Berlin, Montaigne, and Understanding other cultures

Jeffrey Fronza, English 171, Sages and Satirists, Brown University, 2002

The intellectual historian Isaiah Berlin, writing shortly after WWII, asserted that "members of one culture can, by force of imaginative insight, understand the values, the ideals, the forms of life of another culture or society, even those remote in time or space. They may find these values unacceptable, but if they open their minds sufficiently they can grasp how one might be a full human being, with whom one could communicate, and at the same time live in the light of values widely different from one's own, but which nevertheless one can see to be values, ends of life, by the realisation of which men could be fulfilled" (The Crooked Timber of Humanity 10).

Montaigne seems to have anticipated this idea by several hundred years in his essay "Of Cannibals". In particular, he is simultaneously able to hold up as exemplary pagan Greek civilization, native american civilization, and implicitly a Christian notion of civilization. These civilizations have very different values, and yet they are presented in such a way that their incompatibility does not invalidate any one of these civilizations. Even the fact that the natives are attracted to European civilization and that European civilization will destroy the native civilization does not cause Montaigne to think less of these primitives. In fact, only contemporary European civilization seems to be held up for scorn.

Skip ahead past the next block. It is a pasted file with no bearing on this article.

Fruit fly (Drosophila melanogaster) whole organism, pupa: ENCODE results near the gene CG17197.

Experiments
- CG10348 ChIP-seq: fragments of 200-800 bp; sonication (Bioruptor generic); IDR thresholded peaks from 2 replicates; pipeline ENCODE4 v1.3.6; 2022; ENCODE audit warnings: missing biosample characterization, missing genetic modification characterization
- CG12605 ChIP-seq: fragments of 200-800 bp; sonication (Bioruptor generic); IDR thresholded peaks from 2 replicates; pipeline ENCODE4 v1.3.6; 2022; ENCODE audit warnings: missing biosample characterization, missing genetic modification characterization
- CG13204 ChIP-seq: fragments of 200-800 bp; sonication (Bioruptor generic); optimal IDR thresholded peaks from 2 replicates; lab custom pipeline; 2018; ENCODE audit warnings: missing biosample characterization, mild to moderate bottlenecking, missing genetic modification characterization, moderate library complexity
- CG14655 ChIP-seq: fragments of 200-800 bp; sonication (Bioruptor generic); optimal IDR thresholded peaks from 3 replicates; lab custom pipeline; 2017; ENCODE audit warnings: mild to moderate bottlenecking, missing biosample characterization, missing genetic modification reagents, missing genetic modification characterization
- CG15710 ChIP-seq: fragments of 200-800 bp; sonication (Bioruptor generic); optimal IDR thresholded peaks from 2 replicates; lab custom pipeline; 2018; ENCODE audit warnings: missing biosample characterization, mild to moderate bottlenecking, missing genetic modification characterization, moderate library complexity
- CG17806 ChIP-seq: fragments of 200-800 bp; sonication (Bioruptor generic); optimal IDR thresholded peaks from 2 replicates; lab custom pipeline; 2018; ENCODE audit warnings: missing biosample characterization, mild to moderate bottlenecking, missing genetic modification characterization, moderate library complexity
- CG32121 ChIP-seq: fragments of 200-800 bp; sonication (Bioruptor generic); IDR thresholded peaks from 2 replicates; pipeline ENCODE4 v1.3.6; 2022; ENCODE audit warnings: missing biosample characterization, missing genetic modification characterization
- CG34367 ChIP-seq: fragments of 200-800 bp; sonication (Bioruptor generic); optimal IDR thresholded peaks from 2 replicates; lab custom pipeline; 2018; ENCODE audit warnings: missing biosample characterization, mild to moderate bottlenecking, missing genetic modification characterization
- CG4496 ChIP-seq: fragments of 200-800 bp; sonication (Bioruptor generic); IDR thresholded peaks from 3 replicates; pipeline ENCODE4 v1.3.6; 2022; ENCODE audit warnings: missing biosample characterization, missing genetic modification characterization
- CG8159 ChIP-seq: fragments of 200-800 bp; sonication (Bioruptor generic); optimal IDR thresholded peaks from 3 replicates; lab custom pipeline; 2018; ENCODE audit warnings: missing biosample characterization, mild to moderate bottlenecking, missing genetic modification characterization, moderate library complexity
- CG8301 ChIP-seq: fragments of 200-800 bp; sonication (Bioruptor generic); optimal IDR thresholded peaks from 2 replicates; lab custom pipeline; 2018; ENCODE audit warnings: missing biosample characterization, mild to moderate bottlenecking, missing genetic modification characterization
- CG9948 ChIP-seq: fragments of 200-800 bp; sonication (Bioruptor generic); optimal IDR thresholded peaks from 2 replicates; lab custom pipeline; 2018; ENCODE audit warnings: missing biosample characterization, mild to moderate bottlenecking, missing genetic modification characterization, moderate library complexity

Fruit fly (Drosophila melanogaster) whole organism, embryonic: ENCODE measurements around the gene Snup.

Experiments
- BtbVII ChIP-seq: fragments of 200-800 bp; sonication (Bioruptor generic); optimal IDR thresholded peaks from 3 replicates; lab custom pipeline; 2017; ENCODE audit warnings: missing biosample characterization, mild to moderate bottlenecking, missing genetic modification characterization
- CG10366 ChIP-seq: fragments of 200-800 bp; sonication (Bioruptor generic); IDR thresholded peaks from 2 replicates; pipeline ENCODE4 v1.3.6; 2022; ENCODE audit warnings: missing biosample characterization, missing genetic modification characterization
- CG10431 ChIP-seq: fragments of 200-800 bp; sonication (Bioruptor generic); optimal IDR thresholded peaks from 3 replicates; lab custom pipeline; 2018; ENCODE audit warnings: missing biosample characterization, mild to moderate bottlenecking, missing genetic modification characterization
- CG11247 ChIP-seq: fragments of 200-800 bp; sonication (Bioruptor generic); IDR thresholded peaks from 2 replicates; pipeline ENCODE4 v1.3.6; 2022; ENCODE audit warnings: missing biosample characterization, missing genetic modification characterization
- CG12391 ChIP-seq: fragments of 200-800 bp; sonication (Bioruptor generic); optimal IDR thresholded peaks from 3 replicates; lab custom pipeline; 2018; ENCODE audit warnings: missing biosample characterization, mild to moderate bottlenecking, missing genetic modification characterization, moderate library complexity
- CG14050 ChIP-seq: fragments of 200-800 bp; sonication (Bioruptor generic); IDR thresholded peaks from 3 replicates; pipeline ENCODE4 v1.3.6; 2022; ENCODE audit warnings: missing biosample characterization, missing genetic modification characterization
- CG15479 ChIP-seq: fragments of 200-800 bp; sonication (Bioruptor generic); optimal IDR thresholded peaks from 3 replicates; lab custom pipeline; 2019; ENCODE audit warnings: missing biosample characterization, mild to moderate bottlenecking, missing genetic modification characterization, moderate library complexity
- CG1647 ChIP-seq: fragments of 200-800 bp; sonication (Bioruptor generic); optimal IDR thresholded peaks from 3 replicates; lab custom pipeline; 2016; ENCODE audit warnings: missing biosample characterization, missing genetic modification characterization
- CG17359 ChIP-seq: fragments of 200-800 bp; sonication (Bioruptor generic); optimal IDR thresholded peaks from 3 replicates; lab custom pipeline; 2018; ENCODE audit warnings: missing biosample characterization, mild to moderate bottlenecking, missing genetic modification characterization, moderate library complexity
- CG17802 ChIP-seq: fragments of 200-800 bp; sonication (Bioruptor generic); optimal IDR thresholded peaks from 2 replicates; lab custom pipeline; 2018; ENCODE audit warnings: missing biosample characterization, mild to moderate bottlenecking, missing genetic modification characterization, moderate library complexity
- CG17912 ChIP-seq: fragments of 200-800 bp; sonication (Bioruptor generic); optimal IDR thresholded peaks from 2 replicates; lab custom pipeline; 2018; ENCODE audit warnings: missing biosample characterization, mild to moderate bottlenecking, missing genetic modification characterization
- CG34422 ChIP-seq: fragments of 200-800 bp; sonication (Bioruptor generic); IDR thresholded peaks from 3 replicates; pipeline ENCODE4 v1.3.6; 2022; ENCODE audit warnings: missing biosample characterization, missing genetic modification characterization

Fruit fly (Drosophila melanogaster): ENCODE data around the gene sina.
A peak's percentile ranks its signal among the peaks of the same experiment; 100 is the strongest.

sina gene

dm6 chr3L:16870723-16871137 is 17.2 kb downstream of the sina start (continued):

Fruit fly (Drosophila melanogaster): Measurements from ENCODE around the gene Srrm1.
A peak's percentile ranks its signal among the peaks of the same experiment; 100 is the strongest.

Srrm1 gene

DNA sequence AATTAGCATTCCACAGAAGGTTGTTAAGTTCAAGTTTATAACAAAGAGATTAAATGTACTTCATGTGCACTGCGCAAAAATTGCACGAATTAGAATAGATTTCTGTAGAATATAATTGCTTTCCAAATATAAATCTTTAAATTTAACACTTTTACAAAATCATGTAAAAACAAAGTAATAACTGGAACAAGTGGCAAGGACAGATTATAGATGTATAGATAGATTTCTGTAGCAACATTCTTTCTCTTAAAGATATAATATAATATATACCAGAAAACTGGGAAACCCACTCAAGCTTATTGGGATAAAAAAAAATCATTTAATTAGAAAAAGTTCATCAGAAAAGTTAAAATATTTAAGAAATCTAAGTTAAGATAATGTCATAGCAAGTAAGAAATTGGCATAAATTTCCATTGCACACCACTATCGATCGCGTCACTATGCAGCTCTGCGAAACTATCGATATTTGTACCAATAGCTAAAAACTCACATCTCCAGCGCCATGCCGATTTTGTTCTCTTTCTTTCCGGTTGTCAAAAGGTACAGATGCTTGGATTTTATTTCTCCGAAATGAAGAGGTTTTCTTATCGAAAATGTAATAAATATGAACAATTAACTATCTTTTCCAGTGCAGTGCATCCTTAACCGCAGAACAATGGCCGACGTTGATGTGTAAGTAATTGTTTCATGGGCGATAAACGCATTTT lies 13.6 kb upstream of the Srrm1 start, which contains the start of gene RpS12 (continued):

Can we understand Montaigne's position as patronizing to the native civilization? Can we read his praise of native civilization as the inscription of The Fall, as the normalization of the completely foreign, as a reading of the primitive as merely the prehistory of European man? I personally do not think so. My reaction to Montaigne is one of deep respect. What do others think?


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Last modified 6 February 2002